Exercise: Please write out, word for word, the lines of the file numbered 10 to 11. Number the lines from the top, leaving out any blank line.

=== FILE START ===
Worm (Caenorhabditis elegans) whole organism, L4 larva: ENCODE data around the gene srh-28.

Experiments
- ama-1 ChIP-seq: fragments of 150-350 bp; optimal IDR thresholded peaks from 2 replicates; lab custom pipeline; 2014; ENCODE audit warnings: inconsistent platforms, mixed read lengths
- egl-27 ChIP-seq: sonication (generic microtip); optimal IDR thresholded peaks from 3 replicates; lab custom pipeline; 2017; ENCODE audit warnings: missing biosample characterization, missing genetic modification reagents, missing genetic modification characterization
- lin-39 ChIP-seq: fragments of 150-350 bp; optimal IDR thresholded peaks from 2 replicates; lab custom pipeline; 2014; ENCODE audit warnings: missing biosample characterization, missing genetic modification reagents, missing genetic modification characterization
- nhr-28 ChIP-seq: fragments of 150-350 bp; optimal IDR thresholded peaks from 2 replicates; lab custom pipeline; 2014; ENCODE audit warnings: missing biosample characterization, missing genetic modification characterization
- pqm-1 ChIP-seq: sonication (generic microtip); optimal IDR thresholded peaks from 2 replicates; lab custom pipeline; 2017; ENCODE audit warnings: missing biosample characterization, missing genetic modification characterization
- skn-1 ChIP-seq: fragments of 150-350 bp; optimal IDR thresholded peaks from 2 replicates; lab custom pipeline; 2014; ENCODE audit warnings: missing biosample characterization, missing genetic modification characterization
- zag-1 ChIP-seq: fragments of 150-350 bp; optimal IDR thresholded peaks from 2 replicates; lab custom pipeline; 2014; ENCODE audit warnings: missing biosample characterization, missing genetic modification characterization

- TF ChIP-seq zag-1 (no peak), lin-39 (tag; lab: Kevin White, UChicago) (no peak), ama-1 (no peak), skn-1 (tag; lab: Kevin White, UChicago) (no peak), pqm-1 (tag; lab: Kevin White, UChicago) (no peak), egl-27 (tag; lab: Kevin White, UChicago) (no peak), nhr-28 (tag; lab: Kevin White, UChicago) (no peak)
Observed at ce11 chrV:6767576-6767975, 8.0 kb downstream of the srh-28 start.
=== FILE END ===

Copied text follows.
- TF ChIP-seq zag-1 (no peak), lin-39 (tag; lab: Kevin White, UChicago) (no peak), ama-1 (no peak), skn-1 (tag; lab: Kevin White, UChicago) (no peak), pqm-1 (tag; lab: Kevin White, UChicago) (no peak), egl-27 (tag; lab: Kevin White, UChicago) (no peak), nhr-28 (tag; lab: Kevin White, UChicago) (no peak)
Observed at ce11 chrV:6767576-6767975, 8.0 kb downstream of the srh-28 start.